NSF PR 02-26 - April 16, 2002
Popular Weed Killer Disrupts Frogs' Sexual Development
The nation's top-selling weed killer, atrazine, disrupts
the sexual development of frogs at concentrations
30 times lower than levels allowed by the Environmental
Protection Agency (EPA), raising concerns about heavy
use of the herbicide on corn, soybeans and other crops
in the Midwest and around the world.
In the April 16 issue of Proceedings of the National
Academy of Sciences, developmental endocrinologist
Tyrone Hayes and colleagues from the University of
California, Berkeley, report that atrazine at levels
often found in the environment demasculinizes tadpoles
and turns them into hermaphrodites creatures with
both male and female sexual characteristics. The herbicide
also lowers levels of the male hormone testosterone
in sexually mature male frogs by a factor of 10, to
levels lower than those in normal female frogs. The
research was funded by the National Science Foundation
"Researchers are investigating a number of possible
causes for declining populations of amphibians," said
William Zamer, program director in NSF's division
of integrative biology and neuroscience, which funded
the research. "Hayes and colleagues appear to have
identified another potential agent. Their findings
indicate that atrazine has significant endocrinological
effects on frogs at very low doses."
As Hayes discovered, many atrazine-contaminated ponds
in the Midwest contain native leopard frogs with the
same abnormalities. "Atrazine-exposed frogs don't
have normal reproductive systems," he said. "The males
have ovaries in their testes and much smaller vocal
organs," which are essential in calling potential
mates. It is unclear whether these abnormalities lead
to reduced fertility. Hayes now is trying to determine
how the abnormalities affect the frogs' ability to
"The use of atrazine in the environment is basically
an uncontrolled experiment - there seems to be no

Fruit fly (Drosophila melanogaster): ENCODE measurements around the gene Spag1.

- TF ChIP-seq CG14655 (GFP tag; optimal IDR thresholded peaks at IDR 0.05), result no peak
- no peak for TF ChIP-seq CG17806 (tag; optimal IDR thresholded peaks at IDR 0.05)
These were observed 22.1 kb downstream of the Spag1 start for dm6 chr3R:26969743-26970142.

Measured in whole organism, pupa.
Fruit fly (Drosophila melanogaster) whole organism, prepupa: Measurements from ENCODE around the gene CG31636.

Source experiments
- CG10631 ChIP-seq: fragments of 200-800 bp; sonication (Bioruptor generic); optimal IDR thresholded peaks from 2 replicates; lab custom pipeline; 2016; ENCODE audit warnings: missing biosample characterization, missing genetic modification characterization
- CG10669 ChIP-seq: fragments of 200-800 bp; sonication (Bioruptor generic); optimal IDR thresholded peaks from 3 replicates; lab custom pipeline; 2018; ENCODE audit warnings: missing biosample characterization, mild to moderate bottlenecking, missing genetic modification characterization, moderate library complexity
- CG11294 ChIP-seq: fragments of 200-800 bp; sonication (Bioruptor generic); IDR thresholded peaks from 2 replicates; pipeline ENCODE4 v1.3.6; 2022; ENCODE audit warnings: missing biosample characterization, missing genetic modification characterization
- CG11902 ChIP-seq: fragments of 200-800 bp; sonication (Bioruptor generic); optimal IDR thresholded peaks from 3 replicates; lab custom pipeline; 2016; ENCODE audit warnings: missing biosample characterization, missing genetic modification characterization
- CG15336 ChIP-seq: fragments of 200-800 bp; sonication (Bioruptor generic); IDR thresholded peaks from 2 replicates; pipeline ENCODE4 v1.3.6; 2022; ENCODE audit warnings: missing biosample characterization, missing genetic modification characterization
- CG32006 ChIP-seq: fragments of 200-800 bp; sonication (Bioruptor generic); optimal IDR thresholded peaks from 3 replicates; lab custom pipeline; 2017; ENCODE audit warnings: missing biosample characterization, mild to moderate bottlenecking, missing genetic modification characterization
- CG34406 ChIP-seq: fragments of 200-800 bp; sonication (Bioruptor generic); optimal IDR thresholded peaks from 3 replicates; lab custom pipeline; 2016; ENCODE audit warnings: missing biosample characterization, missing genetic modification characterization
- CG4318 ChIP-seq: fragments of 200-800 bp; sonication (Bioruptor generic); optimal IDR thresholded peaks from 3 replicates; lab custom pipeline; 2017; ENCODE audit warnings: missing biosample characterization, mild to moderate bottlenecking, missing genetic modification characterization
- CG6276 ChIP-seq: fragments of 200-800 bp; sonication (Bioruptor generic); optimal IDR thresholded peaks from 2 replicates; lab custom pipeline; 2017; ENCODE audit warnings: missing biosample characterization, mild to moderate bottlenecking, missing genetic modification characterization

atrazine-free environment," Hayes said. "Because it
is so widespread, aquatic environments are at risk."
Because the herbicide has been in use for 40 years
in some 80 countries, its effect on sexual development
in male frogs could be one of many factors in the
global decline of amphibians, he added.
The findings come at a time when the EPA is re-evaluating
allowable levels of atrazine in drinking water, which
stand today at 3 parts per billion (ppb), and has
drafted new criteria for the protection of aquatic
life, limiting four-day average exposures to 12 ppb.
Hayes found hermaphroditism in frogs at levels as
low as 0.1 ppb. Even with today's limits, levels of
40 ppb atrazine have been measured in rain and spring
water in parts of the Midwest, while atrazine in agricultural
runoff can be present at several parts per million.
The herbicide also contaminates drinking water supplies
in many communities in the Midwest, leading some environmental
groups to voice concern about its effect on children,
infants and the fetus. France, Germany, Italy, Sweden
and Norway are among countries that have banned the
use of atrazine.
To date, atrazine's effects on mammals and amphibians
have been tested only at large doses, not at doses
commonly found in the environment.
In their journal article, Hayes and his colleagues
write, "the effective doses in the current study ...
demonstrate the sensitivity of amphibians relative
to other taxa, validate the use of amphibians as sensitive
environmental monitors/sentinels, and raise real concern
for amphibians in the wild."
Hayes doubts that atrazine has such severe effects
on humans, because the herbicide does not accumulate
in tissue and humans don't spend their lives in water
like frogs do. Nevertheless, the effects of atrazine
on frogs could be a sign that the herbicide is subtly
affecting human sex hormones, too, interfering with
androgens, such as testosterone, that control male